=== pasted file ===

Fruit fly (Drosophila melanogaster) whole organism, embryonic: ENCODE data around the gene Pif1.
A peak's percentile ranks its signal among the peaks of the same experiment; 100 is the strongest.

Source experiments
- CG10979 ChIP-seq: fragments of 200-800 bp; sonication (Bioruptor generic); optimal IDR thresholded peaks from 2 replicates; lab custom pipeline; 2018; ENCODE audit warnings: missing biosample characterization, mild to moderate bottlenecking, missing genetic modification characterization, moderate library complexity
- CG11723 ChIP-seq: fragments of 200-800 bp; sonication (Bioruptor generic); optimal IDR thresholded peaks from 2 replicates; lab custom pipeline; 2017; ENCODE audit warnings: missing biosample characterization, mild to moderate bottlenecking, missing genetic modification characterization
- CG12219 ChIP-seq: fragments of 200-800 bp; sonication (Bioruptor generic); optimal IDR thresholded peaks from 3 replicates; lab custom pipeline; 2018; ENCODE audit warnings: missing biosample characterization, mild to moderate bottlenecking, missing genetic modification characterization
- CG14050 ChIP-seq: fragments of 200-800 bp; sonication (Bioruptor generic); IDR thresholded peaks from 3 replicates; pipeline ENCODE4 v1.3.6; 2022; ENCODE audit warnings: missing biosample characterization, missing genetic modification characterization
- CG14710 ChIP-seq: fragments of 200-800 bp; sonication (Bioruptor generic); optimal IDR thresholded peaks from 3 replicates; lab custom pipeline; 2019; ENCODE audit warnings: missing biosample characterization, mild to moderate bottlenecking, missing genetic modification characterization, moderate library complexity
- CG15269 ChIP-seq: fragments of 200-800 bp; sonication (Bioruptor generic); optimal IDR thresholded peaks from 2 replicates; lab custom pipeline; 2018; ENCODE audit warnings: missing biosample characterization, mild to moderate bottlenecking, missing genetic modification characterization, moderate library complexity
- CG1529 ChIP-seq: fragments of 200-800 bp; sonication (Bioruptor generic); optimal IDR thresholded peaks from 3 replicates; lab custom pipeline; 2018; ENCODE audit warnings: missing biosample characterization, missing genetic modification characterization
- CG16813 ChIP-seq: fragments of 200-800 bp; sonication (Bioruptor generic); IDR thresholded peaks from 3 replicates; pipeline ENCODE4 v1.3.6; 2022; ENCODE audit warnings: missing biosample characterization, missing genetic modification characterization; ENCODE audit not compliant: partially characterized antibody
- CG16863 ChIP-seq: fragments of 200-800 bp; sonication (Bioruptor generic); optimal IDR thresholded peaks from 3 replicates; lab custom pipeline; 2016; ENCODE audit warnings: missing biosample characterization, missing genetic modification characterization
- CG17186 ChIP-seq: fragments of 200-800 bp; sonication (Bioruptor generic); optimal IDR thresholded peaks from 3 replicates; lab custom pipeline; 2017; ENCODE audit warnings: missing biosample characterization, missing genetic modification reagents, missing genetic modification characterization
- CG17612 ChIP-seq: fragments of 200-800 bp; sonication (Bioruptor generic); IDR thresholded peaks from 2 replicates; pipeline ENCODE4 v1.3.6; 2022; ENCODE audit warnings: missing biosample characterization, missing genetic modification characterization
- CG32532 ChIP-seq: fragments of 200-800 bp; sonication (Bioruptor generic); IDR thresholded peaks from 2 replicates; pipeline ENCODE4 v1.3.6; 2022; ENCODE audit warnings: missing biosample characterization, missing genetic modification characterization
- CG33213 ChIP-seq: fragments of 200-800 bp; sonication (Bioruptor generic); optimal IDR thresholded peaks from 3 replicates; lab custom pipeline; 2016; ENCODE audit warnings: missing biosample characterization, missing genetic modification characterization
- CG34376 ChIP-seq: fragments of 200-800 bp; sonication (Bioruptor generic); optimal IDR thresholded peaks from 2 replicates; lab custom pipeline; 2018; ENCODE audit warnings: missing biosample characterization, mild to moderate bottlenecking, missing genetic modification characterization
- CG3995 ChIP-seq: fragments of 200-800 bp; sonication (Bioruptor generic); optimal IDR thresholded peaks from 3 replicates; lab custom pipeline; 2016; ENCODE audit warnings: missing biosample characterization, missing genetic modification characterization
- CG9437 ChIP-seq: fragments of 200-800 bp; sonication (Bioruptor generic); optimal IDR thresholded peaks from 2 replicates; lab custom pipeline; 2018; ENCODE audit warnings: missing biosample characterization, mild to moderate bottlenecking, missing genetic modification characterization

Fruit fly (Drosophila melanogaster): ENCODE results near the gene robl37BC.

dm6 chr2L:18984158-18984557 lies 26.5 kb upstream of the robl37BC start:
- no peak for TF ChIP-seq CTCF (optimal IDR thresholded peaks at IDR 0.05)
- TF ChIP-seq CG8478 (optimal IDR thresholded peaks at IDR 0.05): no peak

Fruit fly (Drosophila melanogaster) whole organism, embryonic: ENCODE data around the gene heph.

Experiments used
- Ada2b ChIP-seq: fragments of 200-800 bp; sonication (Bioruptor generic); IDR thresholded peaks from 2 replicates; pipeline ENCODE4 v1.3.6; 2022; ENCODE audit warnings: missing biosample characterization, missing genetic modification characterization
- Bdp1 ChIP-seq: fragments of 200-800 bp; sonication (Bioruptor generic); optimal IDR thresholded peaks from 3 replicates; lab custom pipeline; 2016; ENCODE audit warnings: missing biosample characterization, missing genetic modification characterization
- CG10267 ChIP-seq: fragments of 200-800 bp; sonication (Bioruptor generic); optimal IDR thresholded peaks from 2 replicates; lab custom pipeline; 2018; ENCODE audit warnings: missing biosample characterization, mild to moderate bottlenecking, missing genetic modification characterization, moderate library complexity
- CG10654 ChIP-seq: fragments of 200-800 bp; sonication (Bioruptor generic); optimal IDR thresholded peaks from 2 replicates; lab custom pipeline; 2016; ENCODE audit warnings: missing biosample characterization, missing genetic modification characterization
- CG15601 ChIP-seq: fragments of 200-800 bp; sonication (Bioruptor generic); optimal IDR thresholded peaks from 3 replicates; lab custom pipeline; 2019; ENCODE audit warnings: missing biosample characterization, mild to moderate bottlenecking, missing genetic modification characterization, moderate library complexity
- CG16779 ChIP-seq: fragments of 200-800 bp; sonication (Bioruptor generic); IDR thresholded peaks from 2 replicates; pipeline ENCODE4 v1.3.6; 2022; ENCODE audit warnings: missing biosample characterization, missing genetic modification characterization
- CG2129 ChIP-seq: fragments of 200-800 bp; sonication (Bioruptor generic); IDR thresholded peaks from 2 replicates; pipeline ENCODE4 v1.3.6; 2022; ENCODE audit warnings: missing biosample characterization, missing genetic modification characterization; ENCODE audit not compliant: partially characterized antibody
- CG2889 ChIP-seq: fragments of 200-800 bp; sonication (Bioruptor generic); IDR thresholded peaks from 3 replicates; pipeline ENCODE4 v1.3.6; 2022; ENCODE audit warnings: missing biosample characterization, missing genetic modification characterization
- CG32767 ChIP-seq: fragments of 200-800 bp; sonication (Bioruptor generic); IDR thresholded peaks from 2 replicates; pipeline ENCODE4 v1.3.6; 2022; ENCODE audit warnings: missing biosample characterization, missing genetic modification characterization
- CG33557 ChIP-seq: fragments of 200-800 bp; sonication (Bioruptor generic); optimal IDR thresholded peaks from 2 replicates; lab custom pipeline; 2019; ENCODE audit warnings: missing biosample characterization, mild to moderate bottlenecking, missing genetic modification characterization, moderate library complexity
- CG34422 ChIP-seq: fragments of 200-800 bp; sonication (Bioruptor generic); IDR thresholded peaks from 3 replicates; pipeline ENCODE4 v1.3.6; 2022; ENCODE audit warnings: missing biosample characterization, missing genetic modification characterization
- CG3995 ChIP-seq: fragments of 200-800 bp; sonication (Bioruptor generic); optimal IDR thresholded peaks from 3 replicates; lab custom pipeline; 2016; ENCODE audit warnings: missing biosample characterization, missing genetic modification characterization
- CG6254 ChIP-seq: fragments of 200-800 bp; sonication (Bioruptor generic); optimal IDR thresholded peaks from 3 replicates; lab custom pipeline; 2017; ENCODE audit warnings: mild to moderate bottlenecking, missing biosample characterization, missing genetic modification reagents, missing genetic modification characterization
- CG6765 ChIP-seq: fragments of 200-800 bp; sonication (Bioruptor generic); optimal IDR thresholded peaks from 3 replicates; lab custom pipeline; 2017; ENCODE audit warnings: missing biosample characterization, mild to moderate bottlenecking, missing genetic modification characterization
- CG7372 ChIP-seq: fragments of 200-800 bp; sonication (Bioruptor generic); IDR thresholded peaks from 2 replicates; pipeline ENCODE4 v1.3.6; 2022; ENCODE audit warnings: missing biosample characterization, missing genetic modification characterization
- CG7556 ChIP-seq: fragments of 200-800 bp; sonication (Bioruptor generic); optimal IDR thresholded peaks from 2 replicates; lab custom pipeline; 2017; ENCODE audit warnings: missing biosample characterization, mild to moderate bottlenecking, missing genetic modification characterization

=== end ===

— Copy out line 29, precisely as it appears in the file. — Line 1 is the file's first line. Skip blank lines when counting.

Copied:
- CG10654 ChIP-seq: fragments of 200-800 bp; sonication (Bioruptor generic); optimal IDR thresholded peaks from 2 replicates; lab custom pipeline; 2016; ENCODE audit warnings: missing biosample characterization, missing genetic modification characterization